There are many anecdotal threads to traverse here – some involving the 2008 Obama-Clinton race and her concession at the convention – but, seriously, this is a study in how delusions destroy good intentions. This is just sad. It needs to stop.

UpRising_JerryBrownBrown Note
One bald guy to another, Democratic California Gov. Jerry Brown handed Republican Gov. Rick Scott the smackdown of the (climate-change) century last week when he drafted a note about Florida’s Scott-induced failures.

“If you’re truly serious about Florida’s economic wellbeing, it’s time to stop the silly political stunts and start doing something about climate change – two words you won’t even let state officials say. The threat is real and so too will be the devastating impacts,” Brown wrote Scott on May 2, just as Scott was on an adventure to wrestle California businesses into Florida’s implicit, drowning failure. Scott’s a poacher by nature, not ‘cuz he hates ya.

Brown banged the drum about the fact – yes, fact – that Florida stands to lose much of its expensive and expansive coastline should the state not take action. There are reports, Brown wrote. You should read them, he implied.

UpRising_DavidJollyJolly good time
Things got heavy within the Republican Party structure last month when a 60 Minutes report, one that included some clandestine videography, showed that the National Republican Congressional Committee was enforcing fundraising quotas for candidates seeking office. Things only got uglier when Jolly confirmed that he was being forced to raise $18,000 daily should he want to be taken seriously. The NRCC did not take it lightly.

“Simply put, this meeting never happened,” Simms writes. “It is a work of fiction. Had the reporter or producer of the story bothered to verify this claim, they would have been told as much.”
Except, what more proof do you need than video? Was the video doctored? Were there pimps and hookers? Nope. It’s real.

“In response to the NRCC’s broadside to the credibility of Rep. David Jolly, and in response to the Executive Director’s bold assertion that a meeting with party leadership directing Rep. Jolly to raise $18,000 per day did not occur, we can confirm the date was April 3, 2014, the time was 5:30 p.m., the location was the NRCC’s Political Conference Room on the Second Floor,” Jolly’s communications director, Preston Rudie, said in a statement to POLITICO.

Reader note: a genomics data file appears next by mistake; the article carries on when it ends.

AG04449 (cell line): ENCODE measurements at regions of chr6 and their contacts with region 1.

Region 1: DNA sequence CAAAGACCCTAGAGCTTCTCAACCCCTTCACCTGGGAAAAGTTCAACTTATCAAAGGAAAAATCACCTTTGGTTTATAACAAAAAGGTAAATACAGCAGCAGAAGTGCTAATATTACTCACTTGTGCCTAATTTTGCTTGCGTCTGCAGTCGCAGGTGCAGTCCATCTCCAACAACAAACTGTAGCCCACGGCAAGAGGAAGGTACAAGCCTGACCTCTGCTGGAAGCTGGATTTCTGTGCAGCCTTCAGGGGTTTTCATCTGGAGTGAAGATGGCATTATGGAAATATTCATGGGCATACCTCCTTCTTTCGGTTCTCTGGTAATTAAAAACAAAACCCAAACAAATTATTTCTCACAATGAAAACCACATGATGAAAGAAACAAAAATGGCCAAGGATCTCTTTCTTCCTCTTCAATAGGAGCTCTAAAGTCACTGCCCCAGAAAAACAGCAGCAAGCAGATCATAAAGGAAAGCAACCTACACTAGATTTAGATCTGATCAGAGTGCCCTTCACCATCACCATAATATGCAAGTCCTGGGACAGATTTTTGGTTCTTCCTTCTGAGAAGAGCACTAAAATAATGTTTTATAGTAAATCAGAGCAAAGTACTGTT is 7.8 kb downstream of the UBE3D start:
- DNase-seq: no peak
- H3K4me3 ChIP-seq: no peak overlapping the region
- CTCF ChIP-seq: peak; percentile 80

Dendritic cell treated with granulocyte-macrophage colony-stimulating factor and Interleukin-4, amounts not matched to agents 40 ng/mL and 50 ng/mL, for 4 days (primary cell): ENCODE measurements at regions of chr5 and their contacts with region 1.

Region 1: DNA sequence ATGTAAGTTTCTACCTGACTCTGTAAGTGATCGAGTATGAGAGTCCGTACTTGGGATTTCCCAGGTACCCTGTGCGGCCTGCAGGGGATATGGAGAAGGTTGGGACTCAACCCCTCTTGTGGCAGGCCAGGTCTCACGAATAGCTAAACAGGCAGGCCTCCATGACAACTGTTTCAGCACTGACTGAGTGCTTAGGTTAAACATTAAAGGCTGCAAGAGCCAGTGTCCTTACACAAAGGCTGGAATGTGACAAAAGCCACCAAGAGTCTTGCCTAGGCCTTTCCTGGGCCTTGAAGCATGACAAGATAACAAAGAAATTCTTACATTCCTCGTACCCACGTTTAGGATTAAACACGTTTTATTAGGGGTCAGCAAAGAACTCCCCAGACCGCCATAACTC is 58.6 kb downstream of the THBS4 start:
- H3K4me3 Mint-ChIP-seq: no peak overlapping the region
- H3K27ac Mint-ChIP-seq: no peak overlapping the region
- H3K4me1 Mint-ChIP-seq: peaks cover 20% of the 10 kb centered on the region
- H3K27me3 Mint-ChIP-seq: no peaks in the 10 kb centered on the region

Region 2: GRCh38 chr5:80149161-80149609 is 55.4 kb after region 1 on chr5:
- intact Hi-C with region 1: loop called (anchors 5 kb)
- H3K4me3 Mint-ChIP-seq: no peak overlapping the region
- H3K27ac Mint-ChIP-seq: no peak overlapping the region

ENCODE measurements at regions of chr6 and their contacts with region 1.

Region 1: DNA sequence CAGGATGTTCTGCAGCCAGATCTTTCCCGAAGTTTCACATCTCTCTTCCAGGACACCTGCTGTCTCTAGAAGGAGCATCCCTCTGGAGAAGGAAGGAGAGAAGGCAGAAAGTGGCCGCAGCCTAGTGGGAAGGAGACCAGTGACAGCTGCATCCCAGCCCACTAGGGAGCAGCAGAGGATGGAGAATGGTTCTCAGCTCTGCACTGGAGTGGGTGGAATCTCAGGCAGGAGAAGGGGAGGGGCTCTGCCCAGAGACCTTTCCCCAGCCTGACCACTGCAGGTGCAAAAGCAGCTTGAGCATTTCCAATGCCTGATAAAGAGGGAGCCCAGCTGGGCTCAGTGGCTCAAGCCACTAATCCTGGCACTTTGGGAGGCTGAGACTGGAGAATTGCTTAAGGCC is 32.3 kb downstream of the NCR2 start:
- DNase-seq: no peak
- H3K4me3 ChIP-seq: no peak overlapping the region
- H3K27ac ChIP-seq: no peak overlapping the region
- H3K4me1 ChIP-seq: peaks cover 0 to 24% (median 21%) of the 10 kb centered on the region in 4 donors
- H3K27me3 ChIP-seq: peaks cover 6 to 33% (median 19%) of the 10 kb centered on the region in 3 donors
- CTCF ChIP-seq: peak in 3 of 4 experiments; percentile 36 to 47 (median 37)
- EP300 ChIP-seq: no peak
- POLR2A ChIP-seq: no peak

Jolly, it should be noted, is railing against campaign finance requirements, as well he should. He’s also willing to name names should it come down to that. We’ll keep you posted.

What to do about presidential bleep of noise called Ted Cruz? Last week, the gay-hating, gun-toting, party-proclaimed “Lucifer” jumped his own self-righteous, bigoted gun and announced that he would ask failed Republican presidential hopeful – and Hewlett-Packard devil who wears Prada (and sings for no reason!) – Carly Fiorina to the electoral prom. Of course she agreed. Why wouldn’t she? WHAT ELSE IS SHE GOING TO DO?

“I’m impressed with her,” other failure Jeb Bush told CNN. “Picking a candidate that is talented, tough – she takes on Trump really well, I think, and she takes on Hillary Clinton very well, as well. (She’s) someone who’s got a proven record, who’s been vetted by a candidate, I thought it was a smart move.”

So was Sarah Palin; pew, pew. At any rate, Fiorina is most noted in the last week for falling off the stage at a Cruz event. Cruz didn’t help her; the internet noticed. Ladies and gentlemen, welcome to Laugh-In.